Model Releases for Your Dog Photography Business
As a photographer, you retain your rights to your photos. You can decide to waive those rights at any time, but in general, you should retain them. To protect your rights, you need to create a waiver and model release and require all clients to sign it, even though the photos are of dogs and not humans.
Your clients can sign the release before the session or immediately after; just make sure they sign it. Then you keep it. If they want a copy, you can give them a blank release or you both can sign another release for their records.
It’s also a good idea to briefly tell them in plain English what the release actually says (some clients like to read it for themselves, but most appreciate a quick summary). Typically, clients are quick to sign it and there aren’t any problems. Should they refuse to sign the release at the end of the shoot, that should end your transaction.
You shouldn’t provide them with any further service or product, and it’s up to you whether you accept payment for the session time.
After you get home (or to your office), file the release somewhere safe and don’t move it. Keep it where you can find it; you need it to back up your public usage (for example, in your online gallery or in your promotional material). Also, you never know what opportunities may come along that you need to act on right away.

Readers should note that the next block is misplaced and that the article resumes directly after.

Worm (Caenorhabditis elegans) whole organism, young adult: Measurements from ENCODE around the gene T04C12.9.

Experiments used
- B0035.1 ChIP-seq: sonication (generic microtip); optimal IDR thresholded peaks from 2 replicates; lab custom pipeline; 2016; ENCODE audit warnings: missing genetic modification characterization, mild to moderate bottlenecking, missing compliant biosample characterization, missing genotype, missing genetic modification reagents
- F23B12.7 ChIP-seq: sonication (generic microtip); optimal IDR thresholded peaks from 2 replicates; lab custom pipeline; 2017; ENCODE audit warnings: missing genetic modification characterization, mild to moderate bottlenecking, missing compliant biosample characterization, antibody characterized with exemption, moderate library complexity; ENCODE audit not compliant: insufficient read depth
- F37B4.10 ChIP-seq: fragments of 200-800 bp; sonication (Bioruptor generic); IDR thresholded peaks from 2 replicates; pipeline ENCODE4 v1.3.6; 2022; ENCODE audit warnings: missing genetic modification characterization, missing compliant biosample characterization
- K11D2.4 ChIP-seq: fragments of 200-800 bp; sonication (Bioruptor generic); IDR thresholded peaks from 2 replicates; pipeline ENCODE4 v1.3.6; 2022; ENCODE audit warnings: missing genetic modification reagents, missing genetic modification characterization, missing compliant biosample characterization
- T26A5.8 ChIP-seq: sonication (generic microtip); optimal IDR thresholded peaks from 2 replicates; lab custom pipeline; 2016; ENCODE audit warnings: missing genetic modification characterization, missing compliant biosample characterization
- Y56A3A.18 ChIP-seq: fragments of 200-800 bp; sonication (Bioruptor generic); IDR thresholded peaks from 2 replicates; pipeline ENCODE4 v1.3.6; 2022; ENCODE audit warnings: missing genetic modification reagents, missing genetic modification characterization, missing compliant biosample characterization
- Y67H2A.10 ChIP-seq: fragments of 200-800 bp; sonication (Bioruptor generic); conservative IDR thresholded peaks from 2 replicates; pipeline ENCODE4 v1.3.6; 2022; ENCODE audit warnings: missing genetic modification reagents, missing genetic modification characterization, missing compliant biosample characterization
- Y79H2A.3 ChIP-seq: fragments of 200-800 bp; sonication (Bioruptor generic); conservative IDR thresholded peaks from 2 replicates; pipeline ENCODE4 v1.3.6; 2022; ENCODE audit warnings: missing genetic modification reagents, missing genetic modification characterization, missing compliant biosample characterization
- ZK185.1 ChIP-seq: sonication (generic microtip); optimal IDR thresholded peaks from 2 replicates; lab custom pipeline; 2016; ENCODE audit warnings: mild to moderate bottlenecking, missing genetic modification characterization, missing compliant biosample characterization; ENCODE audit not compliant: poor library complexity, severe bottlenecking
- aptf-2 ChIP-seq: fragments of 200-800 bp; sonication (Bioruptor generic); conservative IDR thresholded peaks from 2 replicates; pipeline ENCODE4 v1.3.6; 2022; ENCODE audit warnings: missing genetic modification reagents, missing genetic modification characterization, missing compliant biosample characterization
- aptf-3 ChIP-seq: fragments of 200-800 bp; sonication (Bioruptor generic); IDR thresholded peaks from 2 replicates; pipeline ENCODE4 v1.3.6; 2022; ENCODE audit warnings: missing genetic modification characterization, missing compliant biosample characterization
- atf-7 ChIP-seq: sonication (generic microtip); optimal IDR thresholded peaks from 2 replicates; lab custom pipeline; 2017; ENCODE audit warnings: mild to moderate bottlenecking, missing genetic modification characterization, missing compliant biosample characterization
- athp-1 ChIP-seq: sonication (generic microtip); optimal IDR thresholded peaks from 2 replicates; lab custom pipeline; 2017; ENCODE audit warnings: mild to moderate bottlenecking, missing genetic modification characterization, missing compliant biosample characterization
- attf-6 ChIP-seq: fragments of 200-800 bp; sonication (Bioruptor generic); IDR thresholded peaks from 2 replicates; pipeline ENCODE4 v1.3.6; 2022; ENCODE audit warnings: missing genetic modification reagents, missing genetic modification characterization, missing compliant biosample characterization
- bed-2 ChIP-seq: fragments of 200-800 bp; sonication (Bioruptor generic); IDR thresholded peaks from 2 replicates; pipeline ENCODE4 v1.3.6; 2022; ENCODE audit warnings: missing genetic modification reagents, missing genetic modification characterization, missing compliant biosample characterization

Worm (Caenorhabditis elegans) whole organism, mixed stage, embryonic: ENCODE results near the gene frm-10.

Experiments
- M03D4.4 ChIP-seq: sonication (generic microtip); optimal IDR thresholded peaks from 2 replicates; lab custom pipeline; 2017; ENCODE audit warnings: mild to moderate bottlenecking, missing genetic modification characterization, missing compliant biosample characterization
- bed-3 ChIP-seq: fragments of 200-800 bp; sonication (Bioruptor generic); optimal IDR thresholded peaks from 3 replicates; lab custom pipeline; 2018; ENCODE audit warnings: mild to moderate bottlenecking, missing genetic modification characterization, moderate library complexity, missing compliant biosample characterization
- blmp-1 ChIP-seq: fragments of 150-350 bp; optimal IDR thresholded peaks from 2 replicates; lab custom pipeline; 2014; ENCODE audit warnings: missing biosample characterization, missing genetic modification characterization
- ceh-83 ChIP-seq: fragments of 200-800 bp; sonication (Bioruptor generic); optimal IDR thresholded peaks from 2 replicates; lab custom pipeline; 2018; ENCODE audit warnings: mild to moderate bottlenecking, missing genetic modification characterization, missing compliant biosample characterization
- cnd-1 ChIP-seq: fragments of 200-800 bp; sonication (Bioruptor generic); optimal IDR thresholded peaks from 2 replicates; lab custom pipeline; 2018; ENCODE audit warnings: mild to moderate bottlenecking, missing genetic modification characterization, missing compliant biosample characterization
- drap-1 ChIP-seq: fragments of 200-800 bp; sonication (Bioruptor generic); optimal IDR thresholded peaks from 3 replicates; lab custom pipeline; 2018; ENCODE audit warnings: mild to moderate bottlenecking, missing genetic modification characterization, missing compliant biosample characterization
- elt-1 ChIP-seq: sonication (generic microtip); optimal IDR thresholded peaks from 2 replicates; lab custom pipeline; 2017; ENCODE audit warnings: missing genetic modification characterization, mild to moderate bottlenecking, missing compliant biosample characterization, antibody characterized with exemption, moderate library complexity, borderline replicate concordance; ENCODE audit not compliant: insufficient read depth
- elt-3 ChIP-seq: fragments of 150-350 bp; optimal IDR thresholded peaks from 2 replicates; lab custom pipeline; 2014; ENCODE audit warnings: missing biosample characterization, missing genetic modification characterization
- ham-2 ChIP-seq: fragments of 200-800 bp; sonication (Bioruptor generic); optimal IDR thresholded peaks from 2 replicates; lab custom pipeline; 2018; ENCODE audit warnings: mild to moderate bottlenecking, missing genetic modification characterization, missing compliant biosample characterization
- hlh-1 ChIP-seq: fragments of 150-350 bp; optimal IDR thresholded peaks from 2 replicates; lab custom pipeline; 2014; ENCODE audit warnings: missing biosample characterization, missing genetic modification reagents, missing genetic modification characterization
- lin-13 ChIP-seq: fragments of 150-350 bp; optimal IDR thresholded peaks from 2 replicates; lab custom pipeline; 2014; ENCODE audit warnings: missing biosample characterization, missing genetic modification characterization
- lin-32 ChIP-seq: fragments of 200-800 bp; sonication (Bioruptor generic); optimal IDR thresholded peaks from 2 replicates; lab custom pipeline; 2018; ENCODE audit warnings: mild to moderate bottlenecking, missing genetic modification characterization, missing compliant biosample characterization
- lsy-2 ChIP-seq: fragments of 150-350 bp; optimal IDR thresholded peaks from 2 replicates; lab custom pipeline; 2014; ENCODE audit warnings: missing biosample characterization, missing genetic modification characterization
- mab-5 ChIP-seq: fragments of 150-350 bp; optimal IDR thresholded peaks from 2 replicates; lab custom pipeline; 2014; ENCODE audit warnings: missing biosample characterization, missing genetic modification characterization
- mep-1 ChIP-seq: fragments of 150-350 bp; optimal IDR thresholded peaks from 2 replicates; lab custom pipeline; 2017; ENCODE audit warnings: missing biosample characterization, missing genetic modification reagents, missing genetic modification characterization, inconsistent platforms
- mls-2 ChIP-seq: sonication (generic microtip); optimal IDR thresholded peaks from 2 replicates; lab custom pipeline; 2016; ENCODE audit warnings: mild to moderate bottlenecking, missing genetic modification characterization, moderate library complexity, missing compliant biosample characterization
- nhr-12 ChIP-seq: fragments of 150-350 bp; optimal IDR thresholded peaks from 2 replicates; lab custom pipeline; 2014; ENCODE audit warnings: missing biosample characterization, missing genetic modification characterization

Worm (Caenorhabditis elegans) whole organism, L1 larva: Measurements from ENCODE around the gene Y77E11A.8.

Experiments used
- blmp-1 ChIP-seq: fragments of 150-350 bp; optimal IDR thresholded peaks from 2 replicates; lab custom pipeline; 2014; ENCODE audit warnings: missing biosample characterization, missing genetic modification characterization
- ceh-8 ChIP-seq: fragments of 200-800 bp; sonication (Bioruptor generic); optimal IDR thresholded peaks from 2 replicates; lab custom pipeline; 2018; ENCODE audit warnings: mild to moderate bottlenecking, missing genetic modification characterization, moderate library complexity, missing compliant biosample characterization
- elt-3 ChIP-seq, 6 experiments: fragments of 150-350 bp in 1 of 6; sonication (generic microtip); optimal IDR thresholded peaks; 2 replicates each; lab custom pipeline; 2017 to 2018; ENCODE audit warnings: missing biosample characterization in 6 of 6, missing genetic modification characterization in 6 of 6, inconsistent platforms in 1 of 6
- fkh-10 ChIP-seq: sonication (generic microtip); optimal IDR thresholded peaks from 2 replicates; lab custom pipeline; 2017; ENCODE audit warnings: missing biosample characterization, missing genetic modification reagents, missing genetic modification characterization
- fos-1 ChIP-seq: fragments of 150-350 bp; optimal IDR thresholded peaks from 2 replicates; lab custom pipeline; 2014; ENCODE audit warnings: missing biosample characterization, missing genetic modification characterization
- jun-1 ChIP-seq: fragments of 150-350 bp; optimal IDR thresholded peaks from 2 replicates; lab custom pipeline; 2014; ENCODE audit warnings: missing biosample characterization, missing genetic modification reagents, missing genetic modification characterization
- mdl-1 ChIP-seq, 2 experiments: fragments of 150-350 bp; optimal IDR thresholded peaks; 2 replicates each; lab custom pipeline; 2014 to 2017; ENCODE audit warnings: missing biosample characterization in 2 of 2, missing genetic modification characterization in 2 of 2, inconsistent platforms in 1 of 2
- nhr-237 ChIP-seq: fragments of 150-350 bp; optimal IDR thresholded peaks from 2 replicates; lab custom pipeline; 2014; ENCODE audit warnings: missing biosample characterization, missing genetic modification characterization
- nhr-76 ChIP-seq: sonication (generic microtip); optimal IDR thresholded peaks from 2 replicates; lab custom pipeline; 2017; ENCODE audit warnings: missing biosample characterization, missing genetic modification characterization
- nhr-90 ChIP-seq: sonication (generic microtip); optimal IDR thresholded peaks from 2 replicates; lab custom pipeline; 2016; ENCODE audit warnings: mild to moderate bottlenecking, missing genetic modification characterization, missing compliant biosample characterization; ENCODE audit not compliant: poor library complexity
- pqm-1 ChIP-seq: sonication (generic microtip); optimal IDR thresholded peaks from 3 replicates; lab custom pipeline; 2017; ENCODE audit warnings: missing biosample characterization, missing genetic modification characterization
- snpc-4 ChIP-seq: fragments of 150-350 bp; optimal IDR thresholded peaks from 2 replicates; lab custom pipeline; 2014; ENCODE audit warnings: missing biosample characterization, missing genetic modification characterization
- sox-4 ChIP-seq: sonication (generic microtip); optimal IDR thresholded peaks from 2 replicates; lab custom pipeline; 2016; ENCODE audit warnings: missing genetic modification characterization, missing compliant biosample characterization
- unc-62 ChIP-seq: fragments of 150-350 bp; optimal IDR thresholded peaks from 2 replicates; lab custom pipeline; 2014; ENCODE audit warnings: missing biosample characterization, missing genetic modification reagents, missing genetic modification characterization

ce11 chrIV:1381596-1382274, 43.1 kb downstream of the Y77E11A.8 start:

Cutest pet photo contests are very popular right now. Unfortunately, many of the companies that run these contests add to the fine print that the copyright of submitted photos becomes theirs so they can then use those photos in their own marketing materials.
This situation has two problems: First, clients don’t own the copyright to the photos you take for them, so they’re actually legally prohibited from transferring the copyright to someone else in the first place because it’s not theirs to transfer. Second, most people innocently submit to cutest pet photo contests without reading the fine print.
To prevent this scenario from happening, explain to your clients when they sign the model release that they need to e-mail you the fine print of any contests they want to submit your photos to. You can then review the fine print and determine whether the company is trying to snag your copyright.
If it is, the photos shouldn’t be submitted. If the company states that the copyright remains that of the photographer, your photos are safe.
One final word of advice on the matter: Get model releases from everyone. Yes, everyone, even your parents, your best friend, and your spouse. Things happen all the time. Don’t let anyone get a free pass.
If you forget to bring the release or don’t get it signed during the session, e-mail your client a copy and have the client return it before you give the client his proofing gallery. Go through this minor formality; it will save you a lot of potential migraines in the future.